In a rousing prayer session in a small brick church in Dorchester Sunday evening, Senator-elect Elizabeth Warren asked the city’s black ministers and church members to pray for her as she heads to Washington, D.C., and vowed to fulfill her duty to represent the least powerful.
The hourlong service at Pleasant Hill Baptist Church reflected the close relationships Warren built with black church leaders during her campaign, and her presence cemented their faith that she will fight for them, they said. Preachers and members from a dozen churches gathered for the send-off.
“We prayed for her all along, before every debate, before her speech in Charlotte, and I’m confident prayer works,” said Rev. Miniard Culpepper, whose grandfather founded Pleasant Hill Baptist 70 years ago. “I’m convinced the spiritual side of her made a difference.”
About 100 people attended the service at the Humboldt Avenue church, near the Roxbury line, filling a dozen rows of plain wooden pews. They listened intently when Warren came to the pulpit, thanked them for their prayers, and asked them to continue praying for her.
She said she considers it her duty to represent those with the least wealth and power, and cited a Bible story from the book of Matthew, when Jesus divides the sheep and goats and sends the sheep to heaven, because they fed and clothed “the least of my brethren.”
Warren called the story her favorite Bible passage, one she memorized as a child and taught in Sunday school. She said she has returned to it as she prepares for what’s next, and she asked the churchgoers to keep her mindful of it.
“This is the perfect time to remind myself, and everyone here, why I got into the race,” Warren said. “It’s written on my heart, and I want you to call on me to do it, every day that I’m in the Senate . . . I have this chance because your prayers lifted me up.”
‘I have this chance because your prayers lifted me up.’
Warren, who will resign her tenured position at Harvard Law School to serve in the Senate, was elected Nov. 6, defeating Scott Brown in the nation’s most expensive Senate race. She will be sworn in Jan. 3.
Criticized for a sometimes cautious approach in her campaign, she seemed at ease in the Dorchester church, interrupting her own remarks to ask, “Can I have an ‘Amen’ on that?” (The crowd responded with laughter and a loud “Amen.”)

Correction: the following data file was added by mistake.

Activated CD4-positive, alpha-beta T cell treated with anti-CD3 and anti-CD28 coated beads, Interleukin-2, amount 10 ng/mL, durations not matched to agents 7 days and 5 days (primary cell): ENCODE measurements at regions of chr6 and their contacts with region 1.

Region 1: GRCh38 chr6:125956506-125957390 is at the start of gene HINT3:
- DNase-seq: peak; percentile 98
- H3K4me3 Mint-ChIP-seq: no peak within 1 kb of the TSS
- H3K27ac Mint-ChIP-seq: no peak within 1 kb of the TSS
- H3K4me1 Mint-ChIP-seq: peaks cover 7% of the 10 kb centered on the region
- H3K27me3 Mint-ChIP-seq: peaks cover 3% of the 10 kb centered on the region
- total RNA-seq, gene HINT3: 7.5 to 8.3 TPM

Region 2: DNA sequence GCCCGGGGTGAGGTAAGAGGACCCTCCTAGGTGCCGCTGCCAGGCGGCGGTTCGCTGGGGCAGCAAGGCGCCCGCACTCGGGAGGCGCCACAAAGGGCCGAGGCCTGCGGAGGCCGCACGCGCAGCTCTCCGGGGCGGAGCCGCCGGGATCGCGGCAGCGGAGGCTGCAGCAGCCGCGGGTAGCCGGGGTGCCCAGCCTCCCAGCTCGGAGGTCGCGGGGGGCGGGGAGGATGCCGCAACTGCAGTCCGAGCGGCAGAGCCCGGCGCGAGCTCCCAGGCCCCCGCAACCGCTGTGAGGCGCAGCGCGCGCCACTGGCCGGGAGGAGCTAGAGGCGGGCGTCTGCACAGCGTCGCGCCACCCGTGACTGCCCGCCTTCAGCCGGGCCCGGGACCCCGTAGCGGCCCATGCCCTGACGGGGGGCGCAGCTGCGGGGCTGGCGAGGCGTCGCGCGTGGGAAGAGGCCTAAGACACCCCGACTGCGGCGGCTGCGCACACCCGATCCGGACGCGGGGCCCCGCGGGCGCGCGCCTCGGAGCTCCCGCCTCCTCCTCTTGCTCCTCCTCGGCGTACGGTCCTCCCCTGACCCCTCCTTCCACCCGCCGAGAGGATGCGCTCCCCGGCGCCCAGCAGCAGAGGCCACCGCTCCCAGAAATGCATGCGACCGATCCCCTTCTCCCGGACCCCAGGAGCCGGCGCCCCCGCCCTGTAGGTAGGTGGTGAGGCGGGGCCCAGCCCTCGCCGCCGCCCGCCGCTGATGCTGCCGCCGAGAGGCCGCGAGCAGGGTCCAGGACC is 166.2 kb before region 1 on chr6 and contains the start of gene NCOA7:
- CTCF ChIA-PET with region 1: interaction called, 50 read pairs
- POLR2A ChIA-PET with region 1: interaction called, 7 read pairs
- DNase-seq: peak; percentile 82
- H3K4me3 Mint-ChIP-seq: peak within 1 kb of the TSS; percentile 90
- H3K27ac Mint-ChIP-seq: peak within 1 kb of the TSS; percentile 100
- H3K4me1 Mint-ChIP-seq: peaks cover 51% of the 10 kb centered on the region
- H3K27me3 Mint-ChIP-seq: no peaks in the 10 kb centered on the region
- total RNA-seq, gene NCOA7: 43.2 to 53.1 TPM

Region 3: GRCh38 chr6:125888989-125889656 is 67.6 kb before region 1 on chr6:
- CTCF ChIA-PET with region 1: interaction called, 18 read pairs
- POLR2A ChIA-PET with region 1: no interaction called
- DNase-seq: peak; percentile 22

Church members, some of whom hugged Warren and ate cake at a gathering afterward in the church basement, said they came to wish her well and to channel their hopes for the future.
“That’s all you can do, is cast your vote and pray for them,” said Eleanor Chalmus, another minister at Pleasant Hill. “We don’t know what’s coming across their desks. We have to believe and trust in them.”
Standing outside on the church steps in the chilly dusk, Gwendolyn Smith, a church member charged with cleaning the small sanctuary, said she believes Warren will try to help the poor.
“I’m hoping for a change, a light at the end,” she said, “I’m hoping to see progress in the next four years, and I think she’s someone sincere who will work for us.”
Warren’s husband, Bruce Mann, and several staff members accompanied her to the service, and received their own set of prayers. “We ask your blessing for those who will counsel her, serve her, and speak for her . . . those who will hold up her arms when she is weary,” said . the Rev. Liz Walker, interim pastor at Roxbury Presbyterian Church.
A dozen ministers in dark suits and silver and purple robes circled around Warren at the close of the service, arms entwined, and hands on her shoulders, calling on God to give her strength as she stood in the center of their circle with her eyes closed.
The clergy’s prayers will continue, said Culpepper, the Pleasant Hill minister.
“We have a senator who prayed her way through, who’s going to Washington for the little people,” he said. “She needs prayers, with the battle she’s going into.”